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QEMU 2.12 Should Be Ready For Release Next Week

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  • QEMU 2.12 Should Be Ready For Release Next Week

    Phoronix: QEMU 2.12 Should Be Ready For Release Next Week

    Barring any last minute blocker bugs from being discovered, QEMU 2.12 is expected for release next week as the latest feature update for this important piece of the Linux virtualization stack...

    http://www.phoronix.com/scan.php?pag...earing-Release

  • #2
    Does it mean that for Windows Virtualization on Intel GPU (Let's say series 8xxx) will have GPU acceleration out of the box?
    Otherwise, how hard it is to enable it?

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    • #3
      Originally posted by Royi View Post
      Does it mean that for Windows Virtualization on Intel GPU (Let's say series 8xxx) will have GPU acceleration out of the box?
      Otherwise, how hard it is to enable it?
      I think that "out of the box" is an overstatement. But being available from upstream makes setup much easier than relying on patched versions of QEMU and the kernel. A setup guide is available here.

      You can learn more about Intel GVT-g (the tech that underlies the vGPU) here, here, and here.


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      • #4
        Is there a way to do this all using a GUI like in VirtualBox?

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        • #5
          Originally posted by Royi View Post
          Is there a way to do this all using a GUI like in VirtualBox?
          I wish that VirtualBox supported Intel GVT-g, but no, it doesn't support it at present. And I doubt that VirtualBox will support Intel GVT-g in the near future.

          I haven't tried, but supposedly Virt-Manager can be made to work, provided you are willing to do some tweaking. Maybe it will work without tweaking in the future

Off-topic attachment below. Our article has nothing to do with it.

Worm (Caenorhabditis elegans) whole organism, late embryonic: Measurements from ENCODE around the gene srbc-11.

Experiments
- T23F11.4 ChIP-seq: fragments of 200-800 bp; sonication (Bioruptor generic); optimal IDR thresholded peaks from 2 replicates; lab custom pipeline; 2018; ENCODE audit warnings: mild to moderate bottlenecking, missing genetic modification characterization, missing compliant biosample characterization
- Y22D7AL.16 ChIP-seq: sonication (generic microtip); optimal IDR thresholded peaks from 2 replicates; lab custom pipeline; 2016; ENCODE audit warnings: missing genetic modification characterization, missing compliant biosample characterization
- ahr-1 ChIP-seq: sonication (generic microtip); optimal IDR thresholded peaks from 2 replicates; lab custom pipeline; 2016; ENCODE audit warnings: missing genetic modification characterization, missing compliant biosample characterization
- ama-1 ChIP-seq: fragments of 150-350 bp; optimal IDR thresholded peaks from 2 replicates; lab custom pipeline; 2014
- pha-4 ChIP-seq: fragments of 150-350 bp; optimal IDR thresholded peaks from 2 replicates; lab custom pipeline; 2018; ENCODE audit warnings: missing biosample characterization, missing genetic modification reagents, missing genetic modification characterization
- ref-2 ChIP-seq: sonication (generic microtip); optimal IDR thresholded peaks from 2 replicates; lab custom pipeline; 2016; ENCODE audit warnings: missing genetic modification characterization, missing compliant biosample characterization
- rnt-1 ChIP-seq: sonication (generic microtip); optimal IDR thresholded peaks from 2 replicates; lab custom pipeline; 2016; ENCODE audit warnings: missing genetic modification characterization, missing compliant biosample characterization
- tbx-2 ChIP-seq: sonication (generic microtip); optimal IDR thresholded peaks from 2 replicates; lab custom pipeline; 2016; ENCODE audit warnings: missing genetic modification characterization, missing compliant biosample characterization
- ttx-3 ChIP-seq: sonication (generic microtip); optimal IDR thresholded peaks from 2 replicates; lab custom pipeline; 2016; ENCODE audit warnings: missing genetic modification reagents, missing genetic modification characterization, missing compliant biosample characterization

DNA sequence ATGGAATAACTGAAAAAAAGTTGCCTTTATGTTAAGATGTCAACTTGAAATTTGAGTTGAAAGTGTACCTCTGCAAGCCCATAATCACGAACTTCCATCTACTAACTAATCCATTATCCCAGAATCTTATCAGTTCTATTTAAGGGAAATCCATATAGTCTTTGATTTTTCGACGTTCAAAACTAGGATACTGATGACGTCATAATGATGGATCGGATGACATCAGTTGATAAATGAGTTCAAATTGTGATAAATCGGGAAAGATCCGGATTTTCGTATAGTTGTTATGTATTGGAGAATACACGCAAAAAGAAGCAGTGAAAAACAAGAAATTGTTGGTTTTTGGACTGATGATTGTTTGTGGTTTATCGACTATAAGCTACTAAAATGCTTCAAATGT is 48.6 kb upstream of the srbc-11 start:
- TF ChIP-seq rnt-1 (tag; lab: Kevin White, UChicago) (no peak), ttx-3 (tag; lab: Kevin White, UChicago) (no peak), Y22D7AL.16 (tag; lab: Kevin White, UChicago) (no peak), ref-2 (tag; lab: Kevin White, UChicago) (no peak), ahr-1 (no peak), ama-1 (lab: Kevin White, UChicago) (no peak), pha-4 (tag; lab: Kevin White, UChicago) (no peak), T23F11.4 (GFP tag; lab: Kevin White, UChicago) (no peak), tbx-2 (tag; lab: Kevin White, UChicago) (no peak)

Personally, I either use QEMU directly from the command line or else use the AQEMU gui, which can be installed from the repositories of many distributions, including Ubuntu. But beware that older versions of AQEMU (available from some distributions) can be buggy.

          Also, I'll note that running QEMU directly from the command line can, in some situations, be easier than trying to figure out how to set up AQEMU. That's not meant to be a criticism of AQEMU, but more of a suggestion that you may wish to start by learning how to run QEMU directly from the command line, and then try to figure out how to use the advanced features of the AQEMU gui.

          EDIT: I'll just add that, when I last tried, I had to use a remote protocol (such as TightVNC or RDP) to connect to guests. I'm under the impression that using a remote protocol will no longer be needed with QEMU 2.12. But I haven't tried yet, so I can't confirm this to be true.
          Last edited by GizmoChicken; 04-12-2018, 07:26 PM.

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          • #6
            Michael, is it possible to run the Phoronix Test Suite on QEMU? Did somebody do that already?

            The extension of that question would be: does it make sense to test virtual machines with PTS? Is the PTS a valid tool to test virtual machines?

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            • #7
              Originally posted by lowflyer View Post
              Michael, is it possible to run the Phoronix Test Suite on QEMU? Did somebody do that already?

              The extension of that question would be: does it make sense to test virtual machines with PTS? Is the PTS a valid tool to test virtual machines?
              Yes, many people and companies use PTS to test QEMU or other virtualization components.
              Michael Larabel
              http://www.michaellarabel.com/

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              • #8
                Performance wise, is QEMU superior to VirtualBox?

                Is there a video guide on setting and using QEMU?

                I really want to have Windows 10 on my Linux Mint with performance as close as to native installation of Windows 10.

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                • #9
                  Originally posted by Royi View Post
                  Performance wise, is QEMU superior to VirtualBox?
                  Yes, it's superior by a lot.

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                  • #10
                    Originally posted by Royi View Post
                    Is there a way to do this all using a GUI like in VirtualBox?
                    You mean the Intel GVT-g thingy or in general? If you mean the latter, then GNOME Boxes is an easy alternative for VirtualBox using QEMU.

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